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Trade and geopolitics

Mercantilist reciprocity or free trade: Globalization at a crossroads

Published 19 October 2021

The global trading system was built on the shaky foundation of mercantilist reciprocity. This approach has reinforced a flawed way of thinking about trade that helps explain the rise of protectionism and the ease with which some governments flout their commitments to the trade rules in favor of unilateralism.

The case for free trade has always been a tough sell. Trade is an economic endeavor, but trade policy is the product of politics, where perceptions often matter more than facts. Study after study has shown that countries that are more open to trade grow faster than those that are relatively closed. The benefits of trade come from imports, which deliver more competition, greater variety, lower prices, better quality, and innovation. But when it comes to trading across borders or when our individual transactions are aggregated at the national level, we seem to forget these basic principles. We assume that the goal of exchange is to achieve a trade surplus. This view reflects a fundamental misunderstanding of international economics and the purpose of trade.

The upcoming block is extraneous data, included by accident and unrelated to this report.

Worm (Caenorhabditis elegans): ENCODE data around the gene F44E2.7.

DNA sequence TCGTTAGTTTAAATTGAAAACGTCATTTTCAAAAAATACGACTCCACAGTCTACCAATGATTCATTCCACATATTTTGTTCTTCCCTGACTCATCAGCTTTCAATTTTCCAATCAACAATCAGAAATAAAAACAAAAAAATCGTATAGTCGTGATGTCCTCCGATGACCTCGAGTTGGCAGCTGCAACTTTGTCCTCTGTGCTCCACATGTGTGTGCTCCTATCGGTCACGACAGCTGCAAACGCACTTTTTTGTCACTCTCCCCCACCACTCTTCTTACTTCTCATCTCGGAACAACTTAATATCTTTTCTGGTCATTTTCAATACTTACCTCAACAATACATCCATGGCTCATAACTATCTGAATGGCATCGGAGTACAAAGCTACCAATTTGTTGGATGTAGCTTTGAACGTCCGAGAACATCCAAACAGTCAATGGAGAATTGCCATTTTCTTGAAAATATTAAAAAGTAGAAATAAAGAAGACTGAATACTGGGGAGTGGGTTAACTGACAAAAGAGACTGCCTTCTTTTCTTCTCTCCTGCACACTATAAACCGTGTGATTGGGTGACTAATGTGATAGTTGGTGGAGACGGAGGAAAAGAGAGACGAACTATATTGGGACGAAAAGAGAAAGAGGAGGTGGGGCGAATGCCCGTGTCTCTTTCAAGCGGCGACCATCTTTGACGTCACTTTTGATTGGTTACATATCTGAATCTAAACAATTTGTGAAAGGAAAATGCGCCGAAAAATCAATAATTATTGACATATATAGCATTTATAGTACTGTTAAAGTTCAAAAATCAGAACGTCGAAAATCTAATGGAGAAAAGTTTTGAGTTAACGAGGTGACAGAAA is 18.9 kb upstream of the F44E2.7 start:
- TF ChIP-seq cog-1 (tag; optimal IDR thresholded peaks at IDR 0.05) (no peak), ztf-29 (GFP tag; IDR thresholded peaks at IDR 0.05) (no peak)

Domestic politics, national security concerns, and geopolitics conspire against the economics and the prospects for resuscitating multilateralism. Our collective challenge is to remind ourselves – indeed, to internalize – that trade barriers are not assets to deploy at the negotiating table, but impediments to domestic businesses, workers, and consumers.

Download this new paper by Dan Ikenson and ndp | analytics, which examines the challenges facing global trade as protectionism and unilateralism rise.

Download the other papers in this Benefits of Trade series by Daniel Ikenson:

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Daniel Ikenson is an economist and renowned international trade expert who has spent over 30 years analyzing, communicating, and influencing the formulation of US and global trade policy. In 2021, Daniel joined ndp | analytics after nine years as director of the Cato Institute’s Center for Trade Policy Studies, where he led a team of lawyers, economists, and political scientists conducting research on all manner of trade policy.

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